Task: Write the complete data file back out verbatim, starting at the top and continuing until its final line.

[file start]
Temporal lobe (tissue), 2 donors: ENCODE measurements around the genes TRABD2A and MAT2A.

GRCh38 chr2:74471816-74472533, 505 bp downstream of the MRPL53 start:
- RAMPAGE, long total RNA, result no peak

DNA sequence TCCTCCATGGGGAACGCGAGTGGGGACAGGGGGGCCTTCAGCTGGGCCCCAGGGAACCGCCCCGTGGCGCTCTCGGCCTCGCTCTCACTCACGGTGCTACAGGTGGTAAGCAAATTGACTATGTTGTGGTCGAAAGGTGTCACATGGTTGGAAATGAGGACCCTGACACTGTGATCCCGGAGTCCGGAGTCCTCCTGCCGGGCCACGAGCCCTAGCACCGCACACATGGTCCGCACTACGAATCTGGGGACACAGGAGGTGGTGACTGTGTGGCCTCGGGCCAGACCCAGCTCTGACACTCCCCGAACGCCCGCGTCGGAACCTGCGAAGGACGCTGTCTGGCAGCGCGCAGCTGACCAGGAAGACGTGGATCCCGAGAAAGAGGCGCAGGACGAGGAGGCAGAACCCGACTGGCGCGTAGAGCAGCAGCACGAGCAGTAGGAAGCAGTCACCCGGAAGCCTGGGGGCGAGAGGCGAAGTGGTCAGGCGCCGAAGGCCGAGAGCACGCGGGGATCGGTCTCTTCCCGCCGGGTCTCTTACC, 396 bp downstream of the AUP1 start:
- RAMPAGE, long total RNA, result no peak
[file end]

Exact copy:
Temporal lobe (tissue), 2 donors: ENCODE measurements around the genes TRABD2A and MAT2A.

GRCh38 chr2:74471816-74472533, 505 bp downstream of the MRPL53 start:
- RAMPAGE, long total RNA, result no peak

DNA sequence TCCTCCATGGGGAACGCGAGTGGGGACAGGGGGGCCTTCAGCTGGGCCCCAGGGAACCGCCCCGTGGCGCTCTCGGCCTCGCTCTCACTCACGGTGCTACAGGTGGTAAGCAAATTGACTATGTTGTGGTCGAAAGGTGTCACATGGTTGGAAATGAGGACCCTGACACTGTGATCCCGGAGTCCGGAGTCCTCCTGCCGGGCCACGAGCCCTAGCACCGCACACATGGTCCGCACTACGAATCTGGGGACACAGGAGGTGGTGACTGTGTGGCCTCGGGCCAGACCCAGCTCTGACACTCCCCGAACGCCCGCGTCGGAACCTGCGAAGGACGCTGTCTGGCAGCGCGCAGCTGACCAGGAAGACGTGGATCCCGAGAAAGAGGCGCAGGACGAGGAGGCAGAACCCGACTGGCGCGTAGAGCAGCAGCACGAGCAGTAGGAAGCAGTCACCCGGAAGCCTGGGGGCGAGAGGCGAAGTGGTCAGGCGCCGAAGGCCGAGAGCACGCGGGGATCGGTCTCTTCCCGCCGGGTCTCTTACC, 396 bp downstream of the AUP1 start:
- RAMPAGE, long total RNA, result no peak